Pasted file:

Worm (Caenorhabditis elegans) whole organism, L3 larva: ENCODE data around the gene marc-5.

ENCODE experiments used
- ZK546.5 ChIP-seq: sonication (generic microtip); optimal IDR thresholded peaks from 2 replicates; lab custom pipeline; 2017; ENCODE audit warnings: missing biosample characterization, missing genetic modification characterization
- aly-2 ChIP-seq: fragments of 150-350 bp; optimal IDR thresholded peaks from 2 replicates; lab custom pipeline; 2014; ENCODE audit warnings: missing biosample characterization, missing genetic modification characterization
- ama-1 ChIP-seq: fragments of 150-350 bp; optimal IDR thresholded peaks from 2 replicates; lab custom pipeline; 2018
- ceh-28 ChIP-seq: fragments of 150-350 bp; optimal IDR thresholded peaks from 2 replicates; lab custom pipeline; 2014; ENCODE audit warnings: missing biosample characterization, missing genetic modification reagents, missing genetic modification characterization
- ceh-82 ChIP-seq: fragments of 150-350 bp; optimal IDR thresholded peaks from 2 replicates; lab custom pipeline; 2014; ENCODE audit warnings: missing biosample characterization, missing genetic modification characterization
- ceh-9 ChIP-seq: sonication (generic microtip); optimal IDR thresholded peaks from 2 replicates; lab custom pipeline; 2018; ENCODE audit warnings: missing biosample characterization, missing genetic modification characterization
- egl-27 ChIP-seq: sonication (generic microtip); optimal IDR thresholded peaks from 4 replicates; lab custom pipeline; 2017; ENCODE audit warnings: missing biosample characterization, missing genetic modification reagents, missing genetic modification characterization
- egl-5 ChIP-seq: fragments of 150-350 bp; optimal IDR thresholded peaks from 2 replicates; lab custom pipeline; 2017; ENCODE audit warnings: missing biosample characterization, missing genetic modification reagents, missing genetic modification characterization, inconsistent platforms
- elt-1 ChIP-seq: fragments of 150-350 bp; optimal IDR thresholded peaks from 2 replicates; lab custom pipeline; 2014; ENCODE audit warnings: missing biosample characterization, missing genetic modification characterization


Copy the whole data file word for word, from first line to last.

Worm (Caenorhabditis elegans) whole organism, L3 larva: ENCODE data around the gene marc-5.

ENCODE experiments used
- ZK546.5 ChIP-seq: sonication (generic microtip); optimal IDR thresholded peaks from 2 replicates; lab custom pipeline; 2017; ENCODE audit warnings: missing biosample characterization, missing genetic modification characterization
- aly-2 ChIP-seq: fragments of 150-350 bp; optimal IDR thresholded peaks from 2 replicates; lab custom pipeline; 2014; ENCODE audit warnings: missing biosample characterization, missing genetic modification characterization
- ama-1 ChIP-seq: fragments of 150-350 bp; optimal IDR thresholded peaks from 2 replicates; lab custom pipeline; 2018
- ceh-28 ChIP-seq: fragments of 150-350 bp; optimal IDR thresholded peaks from 2 replicates; lab custom pipeline; 2014; ENCODE audit warnings: missing biosample characterization, missing genetic modification reagents, missing genetic modification characterization
- ceh-82 ChIP-seq: fragments of 150-350 bp; optimal IDR thresholded peaks from 2 replicates; lab custom pipeline; 2014; ENCODE audit warnings: missing biosample characterization, missing genetic modification characterization
- ceh-9 ChIP-seq: sonication (generic microtip); optimal IDR thresholded peaks from 2 replicates; lab custom pipeline; 2018; ENCODE audit warnings: missing biosample characterization, missing genetic modification characterization
- egl-27 ChIP-seq: sonication (generic microtip); optimal IDR thresholded peaks from 4 replicates; lab custom pipeline; 2017; ENCODE audit warnings: missing biosample characterization, missing genetic modification reagents, missing genetic modification characterization
- egl-5 ChIP-seq: fragments of 150-350 bp; optimal IDR thresholded peaks from 2 replicates; lab custom pipeline; 2017; ENCODE audit warnings: missing biosample characterization, missing genetic modification reagents, missing genetic modification characterization, inconsistent platforms
- elt-1 ChIP-seq: fragments of 150-350 bp; optimal IDR thresholded peaks from 2 replicates; lab custom pipeline; 2014; ENCODE audit warnings: missing biosample characterization, missing genetic modification characterization